Friday January 4, 2013

The Second Amendment reads, "A well regulated Militia, being necessary to the security of a free State, the right of the people to keep and bear Arms, shall not be infringed." So far in this discussion involving guns in our culture, I have rarely seen that simple statement laid out in its entirety. Those are the specific words placed in the U.S. Constitution.

At the time of the Founding Fathers, there was not a standing army in the U.S. Each state and village was expected to raise and keep ready, local militias for common defense against various possible enemies. At the time this would include Indians and foreign governments that may have thought about attacking our young country. The men of the village actually had to have a certain type of gun, pay for it themselves, and train with their neighbors. Think of the Minutemen at Lexington and Concord. That was the historical context.

It’s important to consider the probable intent of the Founding Fathers, and a simple reading of the sentence structure assumes that the "prepositional" phrases would define and limit the right to bear arms. I don’t doubt that they also had meant that guns used for hunting for food and for sport were a part of both the economy and the culture in general. They can’t be denied, but should be regulated.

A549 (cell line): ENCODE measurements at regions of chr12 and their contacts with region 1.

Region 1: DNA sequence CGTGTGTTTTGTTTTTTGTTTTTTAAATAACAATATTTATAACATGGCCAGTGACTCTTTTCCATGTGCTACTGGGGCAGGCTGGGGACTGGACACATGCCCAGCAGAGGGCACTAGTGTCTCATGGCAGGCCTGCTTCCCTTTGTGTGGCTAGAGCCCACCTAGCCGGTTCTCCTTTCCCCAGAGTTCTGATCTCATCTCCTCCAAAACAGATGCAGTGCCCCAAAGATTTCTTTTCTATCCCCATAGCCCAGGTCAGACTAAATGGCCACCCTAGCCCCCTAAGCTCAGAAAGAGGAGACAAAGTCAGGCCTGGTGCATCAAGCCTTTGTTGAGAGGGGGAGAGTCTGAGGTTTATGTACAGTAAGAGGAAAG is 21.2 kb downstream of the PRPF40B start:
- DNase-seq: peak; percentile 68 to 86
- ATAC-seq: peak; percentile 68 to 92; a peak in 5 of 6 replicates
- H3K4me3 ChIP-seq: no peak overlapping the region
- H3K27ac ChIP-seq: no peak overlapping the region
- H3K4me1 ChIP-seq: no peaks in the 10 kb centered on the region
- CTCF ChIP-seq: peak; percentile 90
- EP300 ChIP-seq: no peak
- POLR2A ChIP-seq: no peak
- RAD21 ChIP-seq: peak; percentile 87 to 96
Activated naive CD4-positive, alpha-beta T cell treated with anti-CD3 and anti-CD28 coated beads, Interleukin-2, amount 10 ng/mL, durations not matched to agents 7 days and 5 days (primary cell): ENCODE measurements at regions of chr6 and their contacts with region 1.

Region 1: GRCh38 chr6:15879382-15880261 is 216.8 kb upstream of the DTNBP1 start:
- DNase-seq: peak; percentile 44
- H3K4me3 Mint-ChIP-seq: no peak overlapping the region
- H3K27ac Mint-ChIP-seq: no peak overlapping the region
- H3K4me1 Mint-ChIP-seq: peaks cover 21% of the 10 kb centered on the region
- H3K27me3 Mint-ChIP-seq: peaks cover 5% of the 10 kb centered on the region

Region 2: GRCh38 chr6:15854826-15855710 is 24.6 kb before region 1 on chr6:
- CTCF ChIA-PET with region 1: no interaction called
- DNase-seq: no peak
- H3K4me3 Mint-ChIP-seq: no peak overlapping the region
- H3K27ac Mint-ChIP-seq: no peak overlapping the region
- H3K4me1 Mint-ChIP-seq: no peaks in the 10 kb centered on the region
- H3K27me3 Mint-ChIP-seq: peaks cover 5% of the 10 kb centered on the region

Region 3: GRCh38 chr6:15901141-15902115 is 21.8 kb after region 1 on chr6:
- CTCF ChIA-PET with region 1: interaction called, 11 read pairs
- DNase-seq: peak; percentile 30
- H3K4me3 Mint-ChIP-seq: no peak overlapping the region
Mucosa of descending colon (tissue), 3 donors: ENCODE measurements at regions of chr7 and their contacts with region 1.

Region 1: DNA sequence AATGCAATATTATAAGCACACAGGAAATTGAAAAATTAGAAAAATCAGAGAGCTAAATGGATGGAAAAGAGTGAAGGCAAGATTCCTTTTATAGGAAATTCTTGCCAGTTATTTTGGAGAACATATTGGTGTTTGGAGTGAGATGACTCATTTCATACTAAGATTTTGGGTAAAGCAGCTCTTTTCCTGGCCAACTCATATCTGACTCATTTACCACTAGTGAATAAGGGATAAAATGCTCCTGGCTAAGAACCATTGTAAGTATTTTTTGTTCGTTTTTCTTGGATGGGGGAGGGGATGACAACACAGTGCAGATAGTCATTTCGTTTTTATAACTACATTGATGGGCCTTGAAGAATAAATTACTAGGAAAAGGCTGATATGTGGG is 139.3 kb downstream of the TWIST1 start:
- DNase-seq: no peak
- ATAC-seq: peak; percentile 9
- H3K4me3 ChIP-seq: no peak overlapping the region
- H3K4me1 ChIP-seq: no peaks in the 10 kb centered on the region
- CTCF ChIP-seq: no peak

We can also admit that the Founding Fathers left some issues open for future compromise and refinement by succeeding generations. They placed in the Preamble a formula of how they hoped we would address the process of forming a "more perfect union." They also described the thought process of working together with admonitions to life, liberty, the pursuit of happiness. They expected we would work for the general welfare of all of us.

The right to "bear arms" needs to acknowledge the qualifier phrase about a "well regulated militia." If we take a middle ground; not retreating to the far left or right positions, we might find common ground. Either way, a young man in Connecticut, disturbed as he was, should not have access to such immense firepower. No private person or entity should.

All I ask is that we have the foresight and wisdom of an actual reading of this amendment to look at each of its few parts, with an eye to a "well regulated Militia, being necessary to the security of a free State." We need to better define and come to closer agreement on the meaning of these terms as we continue this debate.

I expect the founding fathers hoped for and assumed goodwill on the part of future generations. How we decide these things tells us a lot about who we are as a people. May we have the good sense and perspective to look at this issue more clearly. The sacred "Right to Bear Arms" is intended to assume the "Well-Regulated" part.

We clearly don’t regulate enough, but it looks like we are supposed to. The solution is always someplace in the middle. May we come closer in 2013. Peace!

JEFF W. HUNT

Pittsfield